teachers I talk to are wary of Inquiry learning because their concept of
'good inquiry' is that it is pupil directed. This causes concerns for
many teachers in terms of management and a whole range of practical
issues. I believe that the bulk of these concerns are legitimate and
that pupil driven learning brings with it a raft of problems and issues
for schools and teachers to deal with.
believe the end goal of Inquiry Learning is to have moved students down
the pathway towards independence as learners and that pupil driven
learning of high quality that is managed well, is an evidential
outcome of good inquiry learning.
seen a number of schools that have tried to have student driven learning
as their start-point, and in the end they have often implemented a
programme with a number of problems including:
is very difficult for teachers to manage
Students lack the basic information and inquiry skills
tasks set by students tend to be low level 'gather-present' tasks
gain quality outcomes requires a huge level of teacher intervention.
think that making a choice between 'teacher directed' and 'pupil
directed' is the best way to look at this issue, rather I believe that
there is huge value in starting with teacher directed and moving through
two progressions aimed at empowering students as learners.
1: Teacher Directed
The first step is where teachers craft high
quality tasks, tasks that target 'celebration of understanding', where
students are expected to apply and use the found information in some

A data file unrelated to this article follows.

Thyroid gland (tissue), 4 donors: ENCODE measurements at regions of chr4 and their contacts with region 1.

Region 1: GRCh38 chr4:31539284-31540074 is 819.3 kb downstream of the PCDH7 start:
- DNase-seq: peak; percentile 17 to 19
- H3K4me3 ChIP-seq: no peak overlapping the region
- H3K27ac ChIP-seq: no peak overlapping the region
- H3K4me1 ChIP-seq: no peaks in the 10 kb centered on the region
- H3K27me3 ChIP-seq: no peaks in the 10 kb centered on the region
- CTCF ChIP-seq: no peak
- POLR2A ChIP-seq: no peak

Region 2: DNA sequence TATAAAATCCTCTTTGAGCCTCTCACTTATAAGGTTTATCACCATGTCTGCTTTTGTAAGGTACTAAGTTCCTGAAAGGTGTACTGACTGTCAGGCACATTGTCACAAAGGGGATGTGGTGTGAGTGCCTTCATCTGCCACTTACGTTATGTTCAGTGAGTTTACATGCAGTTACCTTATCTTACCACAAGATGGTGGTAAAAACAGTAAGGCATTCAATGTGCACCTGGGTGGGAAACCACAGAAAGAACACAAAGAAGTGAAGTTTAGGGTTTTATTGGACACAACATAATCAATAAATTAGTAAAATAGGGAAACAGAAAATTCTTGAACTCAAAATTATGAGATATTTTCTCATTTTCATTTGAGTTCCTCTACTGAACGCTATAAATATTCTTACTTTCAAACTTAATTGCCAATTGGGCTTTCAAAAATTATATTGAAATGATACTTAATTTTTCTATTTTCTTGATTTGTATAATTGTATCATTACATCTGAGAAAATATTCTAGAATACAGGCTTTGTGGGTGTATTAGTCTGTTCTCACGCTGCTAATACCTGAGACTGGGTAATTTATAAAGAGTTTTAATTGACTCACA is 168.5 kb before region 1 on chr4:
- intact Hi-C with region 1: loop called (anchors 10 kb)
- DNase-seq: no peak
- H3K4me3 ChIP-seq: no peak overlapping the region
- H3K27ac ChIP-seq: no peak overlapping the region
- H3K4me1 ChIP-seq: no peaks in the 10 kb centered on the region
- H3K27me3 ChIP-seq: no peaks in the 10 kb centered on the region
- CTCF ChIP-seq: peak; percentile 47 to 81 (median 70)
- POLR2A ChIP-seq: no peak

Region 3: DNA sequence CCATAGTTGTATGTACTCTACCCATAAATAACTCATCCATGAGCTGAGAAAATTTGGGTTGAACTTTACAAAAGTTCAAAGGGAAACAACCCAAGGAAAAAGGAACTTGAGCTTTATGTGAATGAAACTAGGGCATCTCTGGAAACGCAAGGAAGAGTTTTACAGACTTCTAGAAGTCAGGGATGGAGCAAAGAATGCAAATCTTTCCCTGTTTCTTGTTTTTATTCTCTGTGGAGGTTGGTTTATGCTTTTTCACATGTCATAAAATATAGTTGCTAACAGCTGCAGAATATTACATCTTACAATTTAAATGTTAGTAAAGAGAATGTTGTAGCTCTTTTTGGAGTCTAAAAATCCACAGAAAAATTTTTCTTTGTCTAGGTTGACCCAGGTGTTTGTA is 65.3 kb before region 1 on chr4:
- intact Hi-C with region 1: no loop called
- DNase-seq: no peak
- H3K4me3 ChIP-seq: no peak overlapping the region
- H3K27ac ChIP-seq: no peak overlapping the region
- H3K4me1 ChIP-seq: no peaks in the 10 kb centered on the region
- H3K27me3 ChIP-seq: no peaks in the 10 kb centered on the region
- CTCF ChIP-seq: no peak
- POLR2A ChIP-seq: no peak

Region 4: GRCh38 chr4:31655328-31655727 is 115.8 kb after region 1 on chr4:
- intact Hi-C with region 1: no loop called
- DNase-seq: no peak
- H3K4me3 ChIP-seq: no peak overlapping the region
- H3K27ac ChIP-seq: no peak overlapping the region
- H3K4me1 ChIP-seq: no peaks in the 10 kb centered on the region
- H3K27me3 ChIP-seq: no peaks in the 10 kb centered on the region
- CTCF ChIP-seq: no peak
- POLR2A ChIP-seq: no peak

way, and tasks that are fully supported by quality resources at levels
appropriate to the students' skills. Students who have worked through a
number of such tasks, been supported with extensive scaffolding,
have developed their own understanding of 'good inquiry', will have
built and developed some foundational inquiry skills and will have
The second step is for students (who have demonstrated a
range of foundational skills) to move into tasks that they negotiate
with the teacher. These tasks will bring with them more issues in terms
of availability and suitability of information, less scaffolding
support, and require skills at a more advanced level. Students will be
supported to negotiate high quality tasks that target application of
information and 'celebration of understanding'.
Pupil Directed Learning
This final stage is the ultimate goal of 'good
inquiry', these are students who have developed a sound set of learning
and information skills and are equipped to work as independent learners.
this well it is helpful for schools to:
identify the skills they believe an independent learner will have
when they leave the school
develop a rubric of stages of development in those skills
determine what stage of development students need to be at in the
chosen skills to be ready for progression to the next stage of
example on of the schools I have worked with sees questioning as one of
the major skills of an independent learner.
QuESTioning rubric which is based on a range of questioning skills,
and have decided that an independent learner will need to be able to ask
questions right across the range from Stage 3 to Stage 7 inclusive.
then decided what the transitional benchmarks in terms of questioning
ability would be.